I had two ideas and, since I have a blog, I’m going to post them. I don’t have the time to realize them myself, at least not right now, but I think they’re good and there’s always the chance that someone else will see it and either follow that idea through themselves, or, as has happened, let me know that such a thing already exists.
So here are my two nonprofit-assistance ideas.
The Nonprofit Ad Exchange
A site/service in which high-traffic blogs and sites wanting to do a little cheap good sign up and offer blocks of online advertising to nonprofits, specifically small or incipient organizations.
Donors would sign on via a series of simple forms on which they would indicate who they were, what kind of a publication they had and offer demographic information. There would be additional fields for the donor sites to indicate how many units of online ad space they’re offering, what kind they’re offering (text, display), how large each unit is and how long they’ll entertain each ad. They would also have the option of declining certain types of organizations or indicating a special interest in certain types.
On the nonprofit side, small organizations would sign up, indicating their needs. Each nonprofit would have to be a credentialed nonprofit, being, for instance in the U.S., a 501(c) 3 tax-exempt corporation. Each participant organization would have to have an annual income of less than $5,000.00.
From either side, donor or nonprofit, once the organization fills out the relevant information and hits ‘search,’ they would be presented with a list of matches for their criteria.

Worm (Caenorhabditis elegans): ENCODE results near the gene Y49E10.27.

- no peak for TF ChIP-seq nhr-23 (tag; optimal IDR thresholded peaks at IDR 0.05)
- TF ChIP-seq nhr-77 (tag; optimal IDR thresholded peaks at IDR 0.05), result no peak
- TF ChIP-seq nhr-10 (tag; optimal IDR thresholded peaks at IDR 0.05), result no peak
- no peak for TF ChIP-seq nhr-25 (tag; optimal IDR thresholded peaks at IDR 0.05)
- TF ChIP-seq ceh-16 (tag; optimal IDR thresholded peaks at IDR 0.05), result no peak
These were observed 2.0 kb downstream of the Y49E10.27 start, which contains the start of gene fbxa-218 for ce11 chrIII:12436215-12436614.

The Social Entrepreneur-Social Angel Investor Conference
In an attempt to further alternatives to the calicified, top-down NGO donor model, I would love to see a conference that would brought together new, innovative aid groups with individuals and, possibly, institutional sponsors looking to support something different.
The current aid situation favors administrative behemoths with traditional hierarchies and a belief in the efficacy of clearly sputtering (and sometimes fantastically deleterious) models of aid delivery. A lot of aid, in cash or goods, goes into the hands of politically powerful in the destination countries, and that’s after a huge amount of it is already eaten up in administrative costs.
Only allowing new approaches to the problem, starting with getting rid of the notion of “aid” as a be-all and end-all. Charity is a virtue. Perpetuating it is not.
Update: Nonprofit Incubator
If “social entrepreneurship” is more than just a time-stamped and faddish notion, then it needs to be encouraged. So, in the same way that people looking to invest in early-phase companies have put together business incubators, I think philanthropists should pool their money into a Nonprofit Venture Fund.
Part of that social VC fund should go to setting up and maintaining the nonprofit/NGO 2.0 version of a business incubator. The incubator would provide desk space, administrative help, supplies, connectivity and top-shelf advice (salaries would be helpful as well) to social entrepreneurs with ideas that are innovative.